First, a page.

The FDA says that companies have 30 days to convince them that caffeinated alcoholic beverages are safe and legal, because they don’t seem to remember approving them.
The FDA says that in order for a substance to be intentionally added to food, its particular use has to have been approved by FDA regulation, subject to a prior sanction, or be Generally Recognized As Safe (GRAS). If it isn’t, adding it to food is unlawful.
For a substance to be GRAS, there must be evidence of its safety at the levels used and a basis to conclude that this evidence is generally known and accepted by qualified experts, says the FDA.
The FDA alerted manufacturers to the fact that the agency is considering whether caffeine can lawfully be added to alcoholic beverages. The FDA noted that it is unaware of the basis upon which manufacturers may have concluded that the use of caffeine in alcoholic beverages is GRAS or prior sanctioned. To date, the FDA has only approved caffeine as an additive for use in soft drinks in concentrations of no greater than 200 parts per million. It has not approved caffeine for use at any level in alcoholic beverages.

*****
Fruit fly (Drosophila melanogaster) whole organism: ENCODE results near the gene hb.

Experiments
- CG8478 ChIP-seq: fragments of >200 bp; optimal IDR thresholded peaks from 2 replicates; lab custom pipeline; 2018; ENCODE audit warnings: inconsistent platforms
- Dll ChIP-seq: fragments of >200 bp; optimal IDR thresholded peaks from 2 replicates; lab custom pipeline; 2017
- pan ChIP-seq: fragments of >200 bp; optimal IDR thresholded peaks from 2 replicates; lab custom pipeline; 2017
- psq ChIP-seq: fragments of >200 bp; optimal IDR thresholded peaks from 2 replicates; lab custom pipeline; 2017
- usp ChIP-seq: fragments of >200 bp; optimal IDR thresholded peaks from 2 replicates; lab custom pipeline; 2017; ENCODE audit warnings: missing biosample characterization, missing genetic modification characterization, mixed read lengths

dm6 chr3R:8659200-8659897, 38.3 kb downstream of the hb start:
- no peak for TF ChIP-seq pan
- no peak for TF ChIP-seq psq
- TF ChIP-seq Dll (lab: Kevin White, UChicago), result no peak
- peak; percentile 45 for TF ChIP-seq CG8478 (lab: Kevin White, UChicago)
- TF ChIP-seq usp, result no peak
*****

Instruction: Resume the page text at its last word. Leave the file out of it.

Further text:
The FDA requested that, within 30 days, the companies produce evidence of their rationale, with supporting data and information, for concluding that the use of caffeine in their product is GRAS or prior sanctioned. FDA’s letter informed each company that if FDA determines that the use of caffeine in the firm’s alcoholic beverages is not GRAS or prior sanctioned, FDA will take appropriate action to ensure that the products are removed from the marketplace.
In the past year, Anheuser-Busch and Miller agreed to discontinue their popular caffeinated alcoholic beverages, Tilt and Bud Extra and Sparks, and agreed to not produce any caffeinated alcoholic beverages in the future.
Various attorneys general from 18 states have written the FDA to express their concerns about caffeinated alcoholic beverages.
From the letter:
Several recent scientific studies published in peer reviewed journals demonstrate the dangers of mixing caffeine and alcohol. As these studies show, stimulants such as caffeine appear to mask the intoxicating effects of alcohol, which may lead to increased risk-taking and other serious alcohol-related problems such as traffic accidents, violence, sexual assault, and suicide.
Do you miss “Bud Extra” and “Sparks?”